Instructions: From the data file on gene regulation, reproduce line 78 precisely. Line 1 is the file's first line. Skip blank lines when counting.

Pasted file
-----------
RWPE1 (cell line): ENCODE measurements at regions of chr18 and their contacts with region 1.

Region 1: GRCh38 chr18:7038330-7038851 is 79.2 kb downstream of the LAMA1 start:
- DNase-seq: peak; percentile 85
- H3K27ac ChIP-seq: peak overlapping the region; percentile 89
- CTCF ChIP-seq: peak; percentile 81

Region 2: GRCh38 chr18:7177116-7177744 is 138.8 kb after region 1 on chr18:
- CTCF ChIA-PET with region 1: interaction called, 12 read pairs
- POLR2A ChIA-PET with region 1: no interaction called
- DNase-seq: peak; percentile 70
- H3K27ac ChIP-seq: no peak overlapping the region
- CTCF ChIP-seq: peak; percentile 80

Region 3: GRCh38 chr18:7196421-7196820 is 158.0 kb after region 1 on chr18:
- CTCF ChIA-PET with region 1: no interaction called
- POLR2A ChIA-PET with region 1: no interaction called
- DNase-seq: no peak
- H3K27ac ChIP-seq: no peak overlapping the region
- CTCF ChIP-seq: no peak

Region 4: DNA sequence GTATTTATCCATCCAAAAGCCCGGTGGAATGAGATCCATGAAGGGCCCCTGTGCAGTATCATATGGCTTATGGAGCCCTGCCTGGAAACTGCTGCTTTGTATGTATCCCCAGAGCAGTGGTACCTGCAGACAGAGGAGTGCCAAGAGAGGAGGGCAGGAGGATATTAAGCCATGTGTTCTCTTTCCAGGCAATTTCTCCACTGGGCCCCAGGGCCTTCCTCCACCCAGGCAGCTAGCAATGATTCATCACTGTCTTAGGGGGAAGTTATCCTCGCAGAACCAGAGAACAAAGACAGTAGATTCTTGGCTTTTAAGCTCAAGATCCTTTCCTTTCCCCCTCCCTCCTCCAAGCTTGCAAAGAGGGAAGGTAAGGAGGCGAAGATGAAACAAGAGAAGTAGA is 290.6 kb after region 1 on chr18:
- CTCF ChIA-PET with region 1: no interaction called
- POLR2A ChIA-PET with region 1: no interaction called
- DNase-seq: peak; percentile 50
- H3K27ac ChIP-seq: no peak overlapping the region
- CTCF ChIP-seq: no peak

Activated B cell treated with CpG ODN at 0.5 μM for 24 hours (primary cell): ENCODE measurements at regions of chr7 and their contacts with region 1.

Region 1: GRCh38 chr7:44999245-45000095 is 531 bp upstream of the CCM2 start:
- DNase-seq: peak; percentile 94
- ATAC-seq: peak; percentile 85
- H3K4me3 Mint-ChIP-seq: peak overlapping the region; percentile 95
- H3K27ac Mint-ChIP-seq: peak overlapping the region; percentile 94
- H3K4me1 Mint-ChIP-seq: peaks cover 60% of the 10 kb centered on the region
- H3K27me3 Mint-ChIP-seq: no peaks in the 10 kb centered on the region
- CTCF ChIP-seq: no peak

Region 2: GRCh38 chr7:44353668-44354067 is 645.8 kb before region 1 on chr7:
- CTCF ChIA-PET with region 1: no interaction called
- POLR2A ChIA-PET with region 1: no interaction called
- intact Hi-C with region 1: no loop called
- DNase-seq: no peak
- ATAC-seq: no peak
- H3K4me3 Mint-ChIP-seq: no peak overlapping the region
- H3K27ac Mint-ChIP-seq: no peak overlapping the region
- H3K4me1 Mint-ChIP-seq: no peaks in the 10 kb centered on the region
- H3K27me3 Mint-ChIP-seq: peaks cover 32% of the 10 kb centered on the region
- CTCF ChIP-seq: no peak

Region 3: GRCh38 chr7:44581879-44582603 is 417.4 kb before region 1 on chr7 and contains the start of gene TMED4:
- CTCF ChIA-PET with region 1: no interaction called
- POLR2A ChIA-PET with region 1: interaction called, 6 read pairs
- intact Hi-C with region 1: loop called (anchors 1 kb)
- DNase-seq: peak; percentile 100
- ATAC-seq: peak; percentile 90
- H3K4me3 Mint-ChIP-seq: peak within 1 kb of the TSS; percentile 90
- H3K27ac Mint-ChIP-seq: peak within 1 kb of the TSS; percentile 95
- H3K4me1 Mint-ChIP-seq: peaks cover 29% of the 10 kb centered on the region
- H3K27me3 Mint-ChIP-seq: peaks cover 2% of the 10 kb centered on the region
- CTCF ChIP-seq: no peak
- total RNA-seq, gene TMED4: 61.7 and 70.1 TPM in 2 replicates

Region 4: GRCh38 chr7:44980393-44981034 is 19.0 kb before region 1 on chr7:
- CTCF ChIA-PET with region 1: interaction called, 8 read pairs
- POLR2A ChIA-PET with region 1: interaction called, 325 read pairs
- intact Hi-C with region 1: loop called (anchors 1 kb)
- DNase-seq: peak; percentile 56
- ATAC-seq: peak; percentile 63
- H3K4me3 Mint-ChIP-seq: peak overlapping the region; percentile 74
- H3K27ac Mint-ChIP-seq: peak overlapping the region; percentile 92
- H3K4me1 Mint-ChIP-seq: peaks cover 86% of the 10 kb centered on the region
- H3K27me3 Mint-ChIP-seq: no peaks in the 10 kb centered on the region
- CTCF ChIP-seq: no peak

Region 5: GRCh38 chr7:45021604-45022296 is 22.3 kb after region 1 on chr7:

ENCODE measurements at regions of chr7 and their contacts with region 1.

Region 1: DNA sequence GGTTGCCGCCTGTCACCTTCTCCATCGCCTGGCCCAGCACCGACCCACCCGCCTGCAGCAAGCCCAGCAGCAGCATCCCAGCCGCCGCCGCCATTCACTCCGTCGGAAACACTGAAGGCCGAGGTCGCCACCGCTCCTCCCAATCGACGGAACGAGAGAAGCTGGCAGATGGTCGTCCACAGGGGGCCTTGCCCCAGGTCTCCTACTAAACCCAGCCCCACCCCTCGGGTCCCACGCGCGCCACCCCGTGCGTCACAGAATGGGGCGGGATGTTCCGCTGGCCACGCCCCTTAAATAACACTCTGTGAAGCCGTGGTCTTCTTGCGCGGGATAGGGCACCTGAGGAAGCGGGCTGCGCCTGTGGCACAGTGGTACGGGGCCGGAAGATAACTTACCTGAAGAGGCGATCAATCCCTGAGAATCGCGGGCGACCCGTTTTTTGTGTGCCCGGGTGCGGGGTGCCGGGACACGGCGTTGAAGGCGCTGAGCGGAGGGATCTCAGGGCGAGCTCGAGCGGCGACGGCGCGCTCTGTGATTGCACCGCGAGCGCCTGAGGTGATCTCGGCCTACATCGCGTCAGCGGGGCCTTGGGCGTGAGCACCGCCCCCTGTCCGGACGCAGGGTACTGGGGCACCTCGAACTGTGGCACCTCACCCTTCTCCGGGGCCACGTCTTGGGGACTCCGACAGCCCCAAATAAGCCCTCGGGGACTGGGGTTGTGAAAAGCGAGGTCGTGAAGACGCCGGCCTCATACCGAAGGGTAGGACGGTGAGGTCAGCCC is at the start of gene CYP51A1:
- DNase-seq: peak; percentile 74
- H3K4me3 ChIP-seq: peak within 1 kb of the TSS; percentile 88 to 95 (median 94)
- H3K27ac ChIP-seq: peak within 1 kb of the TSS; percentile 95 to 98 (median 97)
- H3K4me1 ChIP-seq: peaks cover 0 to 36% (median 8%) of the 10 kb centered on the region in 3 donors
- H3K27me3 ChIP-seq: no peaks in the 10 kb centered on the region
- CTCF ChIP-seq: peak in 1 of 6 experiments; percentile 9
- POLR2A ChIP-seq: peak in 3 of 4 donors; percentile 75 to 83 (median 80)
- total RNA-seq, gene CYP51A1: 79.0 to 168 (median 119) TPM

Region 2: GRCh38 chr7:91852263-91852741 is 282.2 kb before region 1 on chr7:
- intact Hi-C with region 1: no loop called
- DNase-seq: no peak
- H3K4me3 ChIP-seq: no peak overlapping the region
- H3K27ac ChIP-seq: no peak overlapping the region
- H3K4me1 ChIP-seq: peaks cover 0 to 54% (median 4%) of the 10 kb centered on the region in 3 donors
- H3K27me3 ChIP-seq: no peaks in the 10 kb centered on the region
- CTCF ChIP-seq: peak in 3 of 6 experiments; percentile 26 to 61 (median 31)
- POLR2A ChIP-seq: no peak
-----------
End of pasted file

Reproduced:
Region 2: GRCh38 chr7:91852263-91852741 is 282.2 kb before region 1 on chr7: